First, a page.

Source code and program
Source code refers to the code written using signs from certain programming language. The code generated from source code by compiling or interpreting is called a program.
There are mainly three types of programming language:
Compiling language: Source code must undergo compilation before they can be execute by computer. Their efficiency are relatively high. Example: C/C++.
Interpreting language: Source code must undergo interpretation before they can be execute by computer. Their efficiency are relatively low. Example: Python.
Program and process
The difference between a program and a process is that the former indicates a piece of code used to offer certain functions, leaving the impression that it is a static tool; the latter, however, is dynamic, and it can be seen as a collection of status when program is running, or an instance of program, which servers as the basic unit of task scheduling in Linux.
It is better to imagine the process of executing of code from the first line to the last line.
A process consists of following elements:
Process context, i.e. current status of running
Current directory when executing
Files and directory that are being read or written
Access permission, such as file opening mode and ownership
- System resource allocated by system, such as memory
In Linux system, process is used by kernel to control the access of CPU and other resources, and to determine which and how should a program be run on CPU.
The scheduler allocates running times of CPU (time slices) among all process, and retrieve controls from processes when they have used up their time slices.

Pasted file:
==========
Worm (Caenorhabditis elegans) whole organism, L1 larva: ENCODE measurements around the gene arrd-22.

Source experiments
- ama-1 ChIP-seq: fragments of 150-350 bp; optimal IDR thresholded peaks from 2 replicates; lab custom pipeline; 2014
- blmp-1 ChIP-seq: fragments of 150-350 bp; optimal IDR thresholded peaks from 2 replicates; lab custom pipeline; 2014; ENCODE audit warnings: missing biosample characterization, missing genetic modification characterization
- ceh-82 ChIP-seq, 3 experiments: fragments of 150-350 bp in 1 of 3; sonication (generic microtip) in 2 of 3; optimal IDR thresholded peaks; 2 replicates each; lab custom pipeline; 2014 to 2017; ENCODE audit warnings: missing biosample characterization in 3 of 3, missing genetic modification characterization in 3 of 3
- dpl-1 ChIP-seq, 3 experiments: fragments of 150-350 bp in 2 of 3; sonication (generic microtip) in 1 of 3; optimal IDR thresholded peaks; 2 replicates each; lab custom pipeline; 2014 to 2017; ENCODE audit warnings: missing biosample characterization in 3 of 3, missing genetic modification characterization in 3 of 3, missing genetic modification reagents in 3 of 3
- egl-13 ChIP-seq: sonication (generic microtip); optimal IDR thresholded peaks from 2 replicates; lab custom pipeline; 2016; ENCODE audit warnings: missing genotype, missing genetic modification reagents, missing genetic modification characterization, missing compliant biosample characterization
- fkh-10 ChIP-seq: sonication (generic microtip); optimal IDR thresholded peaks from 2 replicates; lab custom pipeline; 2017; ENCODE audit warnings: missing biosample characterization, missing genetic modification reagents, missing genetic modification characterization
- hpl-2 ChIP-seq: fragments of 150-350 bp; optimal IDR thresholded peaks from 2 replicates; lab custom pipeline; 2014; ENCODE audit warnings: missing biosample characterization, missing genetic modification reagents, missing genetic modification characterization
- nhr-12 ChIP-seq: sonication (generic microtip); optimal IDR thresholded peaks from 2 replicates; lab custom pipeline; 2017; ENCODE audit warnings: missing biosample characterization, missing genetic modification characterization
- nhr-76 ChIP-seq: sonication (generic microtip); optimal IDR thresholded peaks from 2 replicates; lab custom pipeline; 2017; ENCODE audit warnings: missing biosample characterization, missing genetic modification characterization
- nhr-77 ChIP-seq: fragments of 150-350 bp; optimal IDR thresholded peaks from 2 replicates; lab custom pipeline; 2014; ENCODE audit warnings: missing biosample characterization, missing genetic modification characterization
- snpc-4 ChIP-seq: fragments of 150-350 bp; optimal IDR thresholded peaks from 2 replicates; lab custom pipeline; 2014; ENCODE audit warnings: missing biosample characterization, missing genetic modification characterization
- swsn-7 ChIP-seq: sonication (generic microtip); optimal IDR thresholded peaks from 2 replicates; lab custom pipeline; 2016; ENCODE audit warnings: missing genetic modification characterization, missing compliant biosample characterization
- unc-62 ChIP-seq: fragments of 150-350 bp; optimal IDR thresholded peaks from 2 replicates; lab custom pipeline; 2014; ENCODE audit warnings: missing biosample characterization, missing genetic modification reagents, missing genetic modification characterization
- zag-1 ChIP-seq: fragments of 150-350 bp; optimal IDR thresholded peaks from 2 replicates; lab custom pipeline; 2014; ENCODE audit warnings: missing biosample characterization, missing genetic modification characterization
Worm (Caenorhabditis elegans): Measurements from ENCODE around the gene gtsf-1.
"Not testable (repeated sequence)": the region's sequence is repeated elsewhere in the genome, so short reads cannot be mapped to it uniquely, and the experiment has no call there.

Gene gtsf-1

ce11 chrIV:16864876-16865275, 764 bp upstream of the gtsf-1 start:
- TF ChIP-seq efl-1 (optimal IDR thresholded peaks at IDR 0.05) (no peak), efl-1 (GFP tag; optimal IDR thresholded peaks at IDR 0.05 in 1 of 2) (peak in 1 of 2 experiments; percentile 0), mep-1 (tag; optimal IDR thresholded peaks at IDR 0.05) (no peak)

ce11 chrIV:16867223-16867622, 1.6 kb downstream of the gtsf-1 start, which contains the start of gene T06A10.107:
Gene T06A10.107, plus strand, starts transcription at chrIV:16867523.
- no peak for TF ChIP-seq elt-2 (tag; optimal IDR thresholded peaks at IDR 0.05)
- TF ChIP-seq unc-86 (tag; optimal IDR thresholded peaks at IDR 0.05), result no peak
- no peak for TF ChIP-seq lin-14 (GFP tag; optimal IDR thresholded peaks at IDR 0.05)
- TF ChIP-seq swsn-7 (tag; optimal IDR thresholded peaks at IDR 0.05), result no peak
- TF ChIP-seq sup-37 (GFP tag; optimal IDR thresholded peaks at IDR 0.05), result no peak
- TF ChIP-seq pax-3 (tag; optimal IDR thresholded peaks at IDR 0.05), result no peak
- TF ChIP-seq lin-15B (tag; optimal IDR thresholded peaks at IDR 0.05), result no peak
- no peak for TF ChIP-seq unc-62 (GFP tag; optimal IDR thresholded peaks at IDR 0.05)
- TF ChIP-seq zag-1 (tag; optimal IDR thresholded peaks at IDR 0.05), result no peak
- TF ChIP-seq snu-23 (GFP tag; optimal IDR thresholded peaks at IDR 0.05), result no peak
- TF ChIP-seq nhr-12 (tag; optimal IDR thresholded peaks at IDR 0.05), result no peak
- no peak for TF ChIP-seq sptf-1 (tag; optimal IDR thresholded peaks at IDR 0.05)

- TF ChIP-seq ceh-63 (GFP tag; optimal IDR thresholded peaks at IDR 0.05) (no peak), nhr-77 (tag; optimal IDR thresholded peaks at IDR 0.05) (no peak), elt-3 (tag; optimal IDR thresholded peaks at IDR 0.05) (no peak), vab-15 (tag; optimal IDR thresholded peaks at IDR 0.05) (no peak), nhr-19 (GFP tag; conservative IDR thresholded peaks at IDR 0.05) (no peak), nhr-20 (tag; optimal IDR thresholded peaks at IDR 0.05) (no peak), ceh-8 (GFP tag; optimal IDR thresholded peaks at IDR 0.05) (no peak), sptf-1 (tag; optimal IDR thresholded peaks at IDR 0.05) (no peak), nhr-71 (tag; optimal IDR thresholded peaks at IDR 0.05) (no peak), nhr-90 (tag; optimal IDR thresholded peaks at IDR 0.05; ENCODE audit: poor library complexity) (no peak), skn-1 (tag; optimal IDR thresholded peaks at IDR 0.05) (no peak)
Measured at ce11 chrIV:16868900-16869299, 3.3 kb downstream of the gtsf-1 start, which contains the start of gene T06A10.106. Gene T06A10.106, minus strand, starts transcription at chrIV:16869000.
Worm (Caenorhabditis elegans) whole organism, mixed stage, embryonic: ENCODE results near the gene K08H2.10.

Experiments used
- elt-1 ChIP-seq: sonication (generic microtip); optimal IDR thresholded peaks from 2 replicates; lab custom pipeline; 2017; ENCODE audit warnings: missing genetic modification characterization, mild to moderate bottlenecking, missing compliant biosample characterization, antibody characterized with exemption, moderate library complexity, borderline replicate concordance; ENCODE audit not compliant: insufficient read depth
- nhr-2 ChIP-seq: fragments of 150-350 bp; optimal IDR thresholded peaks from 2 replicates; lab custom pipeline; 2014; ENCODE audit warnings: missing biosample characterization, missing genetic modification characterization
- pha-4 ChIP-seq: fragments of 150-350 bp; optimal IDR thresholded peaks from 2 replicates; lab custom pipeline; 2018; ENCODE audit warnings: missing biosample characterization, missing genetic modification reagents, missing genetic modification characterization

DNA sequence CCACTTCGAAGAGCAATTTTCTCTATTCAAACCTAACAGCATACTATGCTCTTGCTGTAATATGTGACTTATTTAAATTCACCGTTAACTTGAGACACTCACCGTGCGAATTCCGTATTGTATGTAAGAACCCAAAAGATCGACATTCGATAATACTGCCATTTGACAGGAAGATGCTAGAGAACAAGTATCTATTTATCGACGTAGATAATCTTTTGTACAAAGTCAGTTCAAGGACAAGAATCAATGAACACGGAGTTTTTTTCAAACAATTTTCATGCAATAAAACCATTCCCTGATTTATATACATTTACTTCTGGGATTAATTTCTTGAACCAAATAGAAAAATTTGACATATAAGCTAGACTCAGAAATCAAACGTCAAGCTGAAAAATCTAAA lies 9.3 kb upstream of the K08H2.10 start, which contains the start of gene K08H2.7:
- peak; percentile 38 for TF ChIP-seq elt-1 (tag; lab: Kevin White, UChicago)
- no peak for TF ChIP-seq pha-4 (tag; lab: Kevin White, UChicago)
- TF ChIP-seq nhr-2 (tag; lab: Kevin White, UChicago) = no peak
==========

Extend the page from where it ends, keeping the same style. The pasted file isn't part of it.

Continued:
Linux assigns a unique integer to each process as their ID, PID. Besides, each process has an ID of its parent process, PPID. The init process, with PID 1, is the common ancestor of all process. It is first started after Linux kernel is loaded. It is responsible for booting, starting daemons and other necessary programs as well.
The process in Linux is similar to that in Windows, as it has its own (and unique) identifier and data (process variable, external variable, task, heap, etc).
There are four kinds of process in Linux: interaction process, batch process, daemon process and zombie process. Each kind of process has its own characters and properties.
Interaction process: Started from shell, and can be run either in foreground or background
Batch process: No relation with terminal. It represents a series of process to be run.
Daemon process: Started when Linux starts, and run in background.
- Zombie process: Processes that have finished their task, but not been removed from memory.
Note: Daemon process are usually active in background. They can be actived by startup script, or by super user manually. For example, we can start http server by defining the runlevel of its script (usually found in /etc/init.d). Daemon processes are for dealing tasks required, so they are always running.
Properties of process
Process ID (PID): Unique number for identify the process
Parent proces ID (PPID)
ID of the user (UID) that starts this process and ID of its owning group (GID）
Process status: Running (R), sleeping (S), interrupted (T) and zombie (Z).
Prioriety of running
Name of the terminal it connects to
- Resource usage: Such as RAM usage, CPU usage
Parent and child process
The relationship between is parent and child process is that the manager and the managed. When a parent process is terminated, its child processes is terminated too. However, when a child process ends, its parent process does not necessarily end.